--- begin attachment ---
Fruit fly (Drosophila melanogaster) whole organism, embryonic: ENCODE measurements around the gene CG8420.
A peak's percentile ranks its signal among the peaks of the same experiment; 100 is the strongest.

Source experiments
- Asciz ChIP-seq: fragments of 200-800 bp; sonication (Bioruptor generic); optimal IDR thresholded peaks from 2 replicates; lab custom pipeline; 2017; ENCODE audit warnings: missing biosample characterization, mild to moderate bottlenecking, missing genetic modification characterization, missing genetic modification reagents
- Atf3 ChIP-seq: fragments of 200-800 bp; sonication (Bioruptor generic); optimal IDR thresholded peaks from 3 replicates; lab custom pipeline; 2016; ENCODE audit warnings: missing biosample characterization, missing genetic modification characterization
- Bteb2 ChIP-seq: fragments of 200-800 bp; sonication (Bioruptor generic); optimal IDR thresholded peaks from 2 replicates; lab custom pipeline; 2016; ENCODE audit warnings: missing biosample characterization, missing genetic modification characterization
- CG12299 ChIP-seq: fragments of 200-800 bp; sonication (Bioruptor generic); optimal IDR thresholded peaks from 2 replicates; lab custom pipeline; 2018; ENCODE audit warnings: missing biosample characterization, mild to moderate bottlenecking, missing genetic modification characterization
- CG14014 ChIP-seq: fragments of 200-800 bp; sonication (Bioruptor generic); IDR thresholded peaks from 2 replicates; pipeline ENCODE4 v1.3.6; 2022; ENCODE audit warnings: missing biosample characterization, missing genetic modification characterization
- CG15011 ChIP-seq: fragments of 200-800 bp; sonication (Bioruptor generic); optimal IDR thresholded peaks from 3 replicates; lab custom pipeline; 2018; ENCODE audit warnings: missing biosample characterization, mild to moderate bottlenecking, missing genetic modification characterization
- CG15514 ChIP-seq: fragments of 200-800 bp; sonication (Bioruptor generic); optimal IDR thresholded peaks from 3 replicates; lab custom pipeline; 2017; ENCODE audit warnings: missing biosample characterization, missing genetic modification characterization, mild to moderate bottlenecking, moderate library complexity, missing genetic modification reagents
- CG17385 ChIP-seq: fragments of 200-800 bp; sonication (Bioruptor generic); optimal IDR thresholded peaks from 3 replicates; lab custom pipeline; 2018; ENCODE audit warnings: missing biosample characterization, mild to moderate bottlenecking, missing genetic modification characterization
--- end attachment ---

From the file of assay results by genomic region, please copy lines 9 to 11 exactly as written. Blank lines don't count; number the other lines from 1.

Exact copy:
- CG15011 ChIP-seq: fragments of 200-800 bp; sonication (Bioruptor generic); optimal IDR thresholded peaks from 3 replicates; lab custom pipeline; 2018; ENCODE audit warnings: missing biosample characterization, mild to moderate bottlenecking, missing genetic modification characterization
- CG15514 ChIP-seq: fragments of 200-800 bp; sonication (Bioruptor generic); optimal IDR thresholded peaks from 3 replicates; lab custom pipeline; 2017; ENCODE audit warnings: missing biosample characterization, missing genetic modification characterization, mild to moderate bottlenecking, moderate library complexity, missing genetic modification reagents
- CG17385 ChIP-seq: fragments of 200-800 bp; sonication (Bioruptor generic); optimal IDR thresholded peaks from 3 replicates; lab custom pipeline; 2018; ENCODE audit warnings: missing biosample characterization, mild to moderate bottlenecking, missing genetic modification characterization